Intel also sent us four of the 118GB model, so for the curious we have some benchmark results from using them in RAID. For those tests, the Optane 800p M.2 modules were installed in an ASRock Ultra Quad M.2 card and tested in our enterprise SSD test system, using Windows 10 and Intel's Virtual RAID on CPU (VROC) drivers. That enterprise test system includes all the latest firmware and OS patches for the Spectre and Meltdown vulnerabilities, so those test results reflect the overhead of those mitigations in addition to the overhead of the NVMe RAID software. The single-drive test results were all recorded on our usual consumer SSD test system that has not received any firmware or OS patches for the Spectre and Meltdown vulnerabilities.

AnandTech Enterprise SSD Test System
System Model Intel Server R2208WFTZS
CPU 2x Intel Xeon Gold 6154 (18C, 3.0GHz)
Motherboard Intel S2600WFT
Chipset Intel C624
Memory 192GB total, Micron DDR4-2666 16GB modules
Software Windows 10 x64, version 1709
AnandTech 2017/2018 Consumer SSD Testbed
CPU Intel Xeon E3 1240 v5
Motherboard ASRock Fatal1ty E3V5 Performance Gaming/OC
Chipset Intel C232
Memory 4x 8GB G.SKILL Ripjaws DDR4-2400 CL15
Graphics AMD Radeon HD 5450, 1920x1200@60Hz
Software Windows 10 x64, version 1709
Linux kernel version 4.14, fio version 3.1

Caveat: Many of our current SSD tests were not designed with tiny drives in mind. The results for the 32GB Optane Memory and the 58GB Optane SSD 800p do not represent exactly the same workload performed by the larger drives. Several of our synthetic benchmarks of sustained performance default to using a 64GB span of the drive, and in the case of the smaller drives, the test simply uses the entire drive. Likewise, the workloads represented by the ATSB Destroyer and Heavy tests don't actually fit on such small drives. The small drives still perform the same volume of reads and writes, but the block addresses in the I/O trace that are beyond the capacity of the drive are wrapped around to fit. The ATSB Destroyer and Heavy results for those two drives could be viewed as representative of the drive's performance as a cache device, but they do not include the effect of cache misses that would be present in a real tiered storage configuration.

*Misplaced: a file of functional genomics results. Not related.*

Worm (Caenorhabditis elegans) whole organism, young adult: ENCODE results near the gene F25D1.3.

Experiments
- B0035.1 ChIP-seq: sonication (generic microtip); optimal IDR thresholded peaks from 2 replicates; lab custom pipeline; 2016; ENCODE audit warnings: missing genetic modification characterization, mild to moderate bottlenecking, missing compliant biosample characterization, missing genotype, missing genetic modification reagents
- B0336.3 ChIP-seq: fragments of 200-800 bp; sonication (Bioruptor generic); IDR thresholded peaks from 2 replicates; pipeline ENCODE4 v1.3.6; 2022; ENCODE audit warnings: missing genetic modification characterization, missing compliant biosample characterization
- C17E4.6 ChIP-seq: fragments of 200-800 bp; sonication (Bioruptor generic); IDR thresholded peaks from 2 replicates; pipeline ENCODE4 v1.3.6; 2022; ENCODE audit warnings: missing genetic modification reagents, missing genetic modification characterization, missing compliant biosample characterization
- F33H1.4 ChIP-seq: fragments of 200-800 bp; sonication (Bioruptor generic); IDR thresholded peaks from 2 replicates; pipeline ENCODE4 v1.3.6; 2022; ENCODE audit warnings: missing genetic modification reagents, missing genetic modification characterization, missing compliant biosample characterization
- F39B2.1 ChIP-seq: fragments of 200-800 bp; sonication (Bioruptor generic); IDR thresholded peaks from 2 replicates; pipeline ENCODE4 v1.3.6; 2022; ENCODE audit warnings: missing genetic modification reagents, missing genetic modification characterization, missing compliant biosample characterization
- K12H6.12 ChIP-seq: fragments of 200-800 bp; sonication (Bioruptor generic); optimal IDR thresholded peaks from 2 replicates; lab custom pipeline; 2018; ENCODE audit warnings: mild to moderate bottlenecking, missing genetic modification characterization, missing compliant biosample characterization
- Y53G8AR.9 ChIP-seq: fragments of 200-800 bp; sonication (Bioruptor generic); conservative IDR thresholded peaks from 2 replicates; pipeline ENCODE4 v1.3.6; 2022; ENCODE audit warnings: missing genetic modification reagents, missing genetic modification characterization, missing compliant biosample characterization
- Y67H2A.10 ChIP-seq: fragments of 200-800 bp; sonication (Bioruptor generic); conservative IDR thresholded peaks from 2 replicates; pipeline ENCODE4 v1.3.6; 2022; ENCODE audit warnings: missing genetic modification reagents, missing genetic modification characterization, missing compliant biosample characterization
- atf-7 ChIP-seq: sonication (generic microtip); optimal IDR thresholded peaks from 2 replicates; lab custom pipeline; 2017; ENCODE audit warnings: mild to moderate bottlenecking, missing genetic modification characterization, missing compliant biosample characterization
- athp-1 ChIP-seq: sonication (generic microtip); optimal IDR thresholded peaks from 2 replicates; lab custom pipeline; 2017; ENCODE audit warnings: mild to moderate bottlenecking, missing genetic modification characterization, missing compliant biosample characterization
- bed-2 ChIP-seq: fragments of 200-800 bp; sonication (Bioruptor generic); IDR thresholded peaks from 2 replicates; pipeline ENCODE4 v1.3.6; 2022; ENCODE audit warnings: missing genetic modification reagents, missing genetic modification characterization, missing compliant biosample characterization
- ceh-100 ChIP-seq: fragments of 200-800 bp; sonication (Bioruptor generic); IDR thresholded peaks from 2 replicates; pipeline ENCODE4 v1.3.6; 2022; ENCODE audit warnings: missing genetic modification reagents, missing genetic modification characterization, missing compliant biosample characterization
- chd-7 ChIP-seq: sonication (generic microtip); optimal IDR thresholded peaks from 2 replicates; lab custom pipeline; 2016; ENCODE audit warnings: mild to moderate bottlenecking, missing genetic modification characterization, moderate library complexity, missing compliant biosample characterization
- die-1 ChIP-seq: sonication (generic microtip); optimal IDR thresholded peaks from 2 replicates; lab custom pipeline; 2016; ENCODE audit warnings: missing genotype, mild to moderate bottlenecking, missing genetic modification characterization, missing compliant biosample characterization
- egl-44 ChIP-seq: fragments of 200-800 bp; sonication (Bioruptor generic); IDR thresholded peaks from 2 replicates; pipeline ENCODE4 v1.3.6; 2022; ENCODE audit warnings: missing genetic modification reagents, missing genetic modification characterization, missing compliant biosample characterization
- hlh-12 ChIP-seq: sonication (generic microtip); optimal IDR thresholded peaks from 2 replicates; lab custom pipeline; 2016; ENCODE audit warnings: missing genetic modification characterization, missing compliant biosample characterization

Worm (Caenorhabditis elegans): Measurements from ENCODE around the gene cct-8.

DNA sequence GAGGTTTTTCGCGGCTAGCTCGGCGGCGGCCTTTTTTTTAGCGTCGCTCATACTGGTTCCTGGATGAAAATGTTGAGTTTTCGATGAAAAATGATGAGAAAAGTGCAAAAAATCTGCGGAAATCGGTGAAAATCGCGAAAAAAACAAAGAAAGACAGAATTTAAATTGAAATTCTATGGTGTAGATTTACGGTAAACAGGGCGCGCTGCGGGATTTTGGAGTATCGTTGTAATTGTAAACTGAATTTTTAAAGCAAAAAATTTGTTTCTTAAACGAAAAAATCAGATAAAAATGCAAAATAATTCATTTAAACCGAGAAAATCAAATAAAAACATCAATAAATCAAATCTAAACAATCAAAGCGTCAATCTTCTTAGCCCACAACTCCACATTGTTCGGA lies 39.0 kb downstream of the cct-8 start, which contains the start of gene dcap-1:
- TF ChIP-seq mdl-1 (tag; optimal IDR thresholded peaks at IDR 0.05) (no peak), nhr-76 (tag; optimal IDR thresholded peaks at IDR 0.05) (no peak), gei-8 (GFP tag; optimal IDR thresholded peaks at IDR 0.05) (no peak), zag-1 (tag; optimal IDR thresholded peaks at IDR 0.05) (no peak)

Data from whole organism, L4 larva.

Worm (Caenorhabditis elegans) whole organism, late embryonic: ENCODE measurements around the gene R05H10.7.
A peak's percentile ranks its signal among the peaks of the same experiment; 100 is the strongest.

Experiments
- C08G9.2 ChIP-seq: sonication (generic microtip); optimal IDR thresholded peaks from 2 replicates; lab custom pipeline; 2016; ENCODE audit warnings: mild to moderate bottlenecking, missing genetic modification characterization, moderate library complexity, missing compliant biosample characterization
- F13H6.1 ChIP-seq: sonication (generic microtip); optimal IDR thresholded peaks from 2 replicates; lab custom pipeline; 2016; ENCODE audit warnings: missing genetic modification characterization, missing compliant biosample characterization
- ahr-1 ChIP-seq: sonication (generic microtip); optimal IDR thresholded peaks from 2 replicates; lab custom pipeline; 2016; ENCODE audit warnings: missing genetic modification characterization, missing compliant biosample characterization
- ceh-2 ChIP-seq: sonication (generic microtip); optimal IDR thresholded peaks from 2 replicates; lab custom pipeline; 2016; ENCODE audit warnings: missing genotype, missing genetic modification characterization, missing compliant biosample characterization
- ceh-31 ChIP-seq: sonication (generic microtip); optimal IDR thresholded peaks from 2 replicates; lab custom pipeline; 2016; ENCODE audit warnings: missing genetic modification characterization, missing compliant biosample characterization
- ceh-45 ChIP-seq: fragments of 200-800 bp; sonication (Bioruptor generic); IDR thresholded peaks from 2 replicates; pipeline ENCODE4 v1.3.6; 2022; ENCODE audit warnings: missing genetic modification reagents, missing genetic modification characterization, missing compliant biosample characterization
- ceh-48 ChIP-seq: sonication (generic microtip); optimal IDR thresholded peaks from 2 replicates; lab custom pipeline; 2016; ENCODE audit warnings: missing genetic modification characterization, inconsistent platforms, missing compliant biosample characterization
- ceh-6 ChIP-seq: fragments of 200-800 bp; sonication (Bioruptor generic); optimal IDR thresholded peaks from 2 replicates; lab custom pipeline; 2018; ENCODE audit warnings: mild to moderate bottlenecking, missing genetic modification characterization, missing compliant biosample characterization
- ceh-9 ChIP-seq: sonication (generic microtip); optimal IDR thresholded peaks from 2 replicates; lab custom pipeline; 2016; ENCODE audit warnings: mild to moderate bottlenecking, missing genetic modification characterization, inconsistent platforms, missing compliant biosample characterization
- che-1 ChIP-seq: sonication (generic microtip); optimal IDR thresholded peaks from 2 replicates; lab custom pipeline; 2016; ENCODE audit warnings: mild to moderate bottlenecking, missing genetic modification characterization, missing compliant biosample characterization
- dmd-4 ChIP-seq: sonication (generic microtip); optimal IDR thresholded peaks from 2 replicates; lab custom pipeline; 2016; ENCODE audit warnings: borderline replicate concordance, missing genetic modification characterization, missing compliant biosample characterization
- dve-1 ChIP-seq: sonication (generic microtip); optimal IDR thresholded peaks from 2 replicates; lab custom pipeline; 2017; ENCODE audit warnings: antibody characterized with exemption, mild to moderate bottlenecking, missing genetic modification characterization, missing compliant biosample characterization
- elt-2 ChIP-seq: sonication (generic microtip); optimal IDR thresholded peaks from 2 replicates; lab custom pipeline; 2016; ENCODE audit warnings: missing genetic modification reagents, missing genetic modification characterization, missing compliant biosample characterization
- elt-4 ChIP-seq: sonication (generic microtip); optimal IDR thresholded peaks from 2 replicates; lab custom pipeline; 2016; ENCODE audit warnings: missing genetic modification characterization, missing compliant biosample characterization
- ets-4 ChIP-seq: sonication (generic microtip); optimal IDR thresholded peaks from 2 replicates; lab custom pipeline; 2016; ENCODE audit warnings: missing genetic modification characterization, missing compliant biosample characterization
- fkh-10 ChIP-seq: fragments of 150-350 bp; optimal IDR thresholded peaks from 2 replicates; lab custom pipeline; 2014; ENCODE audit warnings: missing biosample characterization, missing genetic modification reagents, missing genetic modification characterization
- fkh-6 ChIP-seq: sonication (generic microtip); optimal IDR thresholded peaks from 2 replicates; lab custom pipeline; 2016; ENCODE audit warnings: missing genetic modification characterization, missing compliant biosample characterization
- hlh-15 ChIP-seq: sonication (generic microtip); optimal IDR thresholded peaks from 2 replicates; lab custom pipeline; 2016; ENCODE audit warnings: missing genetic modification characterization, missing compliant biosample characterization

AnandTech Storage Bench - The Destroyer
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  • boeush - Thursday, March 8, 2018 - link

    P.S. please pardon the "autocorrect"-induced typos... (in the year 2018, still wishing Anandtech would find a way to let us edit our posts...) Reply
  • Calin - Friday, March 9, 2018 - link

    Unfortunately, if you already have a computer supporting only 32 GB of RAM, the 200$ for an Intel 800p is peanuts compared to what you would have to pay for a system that supports more than 128GB of RAM - both in costs of mainboard, CPU and especially RAM. I'd venture a guess of a $5,000 entry price (you might pay less for refurbished). It might very possibly be worth it, but it's still a $5k against a $200 investment Reply
  • The_Assimilator - Friday, March 9, 2018 - link